University Inputs: Students, Faculty, Textbooks Processes: Education/Courses Output: graduates Feedback: surveys, grades Toyota Plant Inputs: raw materials, components Processes: assembly line Output: mini-vans Feedback: customer surveys, quality reports Fast Food IS Inputs: consumer orders Processes: processing software Output: receipts, cook’s order list Feedback: invalid entry message Video Store IS Inputs: rentals, returns Processes: processing software Output: reports, rental agreement Feedback: error repots

    Slide 14:System Classifications and Characteristics

    Subsystem System Boundary Interface Open, Adaptive Systems

    Slide 15:Input, Processing, Output, Feedback/Control

    Output that is used to make changes to input or processing activities

    Slide 16:Procedures

    Procedures - set of instructions used by people to complete a task Procedures include the strategies, policies, methods, and rules for using the CBIS. Examples: procedures describe When each program is to be run Who can have access to database What is to be done in case of a disaster

    Slide 17:System Performance Standards: Efficiency and Effectiveness

    Efficiency: a measure of what is produced divided by what is consumed an improved product the same level product produced cheaper or faster the improvement in the product exceeds the increased cost Effectiveness: a measure of the extent to which a system achieves its goals. Goal: to reduce damaged parts by 100 units Q: Actual reduction in damaged parts using a control system is only 85 units. Effectiveness? A: The effectiveness of the control system is 85 percent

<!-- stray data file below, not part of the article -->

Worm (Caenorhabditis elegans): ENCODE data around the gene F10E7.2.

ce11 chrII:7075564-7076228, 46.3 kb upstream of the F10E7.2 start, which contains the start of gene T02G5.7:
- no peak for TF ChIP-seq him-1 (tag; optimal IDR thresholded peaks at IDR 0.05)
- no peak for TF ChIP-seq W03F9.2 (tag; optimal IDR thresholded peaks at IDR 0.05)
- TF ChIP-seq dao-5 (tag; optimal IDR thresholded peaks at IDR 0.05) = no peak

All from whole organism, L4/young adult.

Slide 18:What You Need to Know

    Foundation Concepts: Fundamental concepts about the components and roles of IS IT: Major concepts, developments, and management issues in information technologies Business Applications: The major uses of IS for the operations, management, and competitive advantage Development Processes: How end users or information specialists develop and implement IS The challenges of effectively and ethically managing information technologies, strategies, and security at the end user, enterprise, and global levels of a business

    Slide 19:Major Roles of Information Systems

    Slide 20:History of the Role of IS

    Slide 21:Trends in ISs

    Data Processing: 1950s - Transaction processing, record keeping, traditional accounting applications Management Reporting: 1960s - MIS – predefined management reports for decision-making purposes Decision Support: 1970s - DSS – interactive ad hoc support of the managerial decision-making process Strategic and End User Support: 1980s - EUC, Executive Information Systems, Expert Systems, Strategic Information Systems Electronic Business and E-Commerce: 1990s -

    The Electronic Business What uses of IT might be considered improper, irresponsible, or harmful to other individuals or to society? What is the proper use of an organization’s information resources? What does it take to be a responsible end user of IT? How can you protect yourself from computer crime and other risks of IT? Ethical Dimensions of IT U.S. Bureau of Labor Statistics, 1999 U.S. Bureau of Labor Statistics, 1999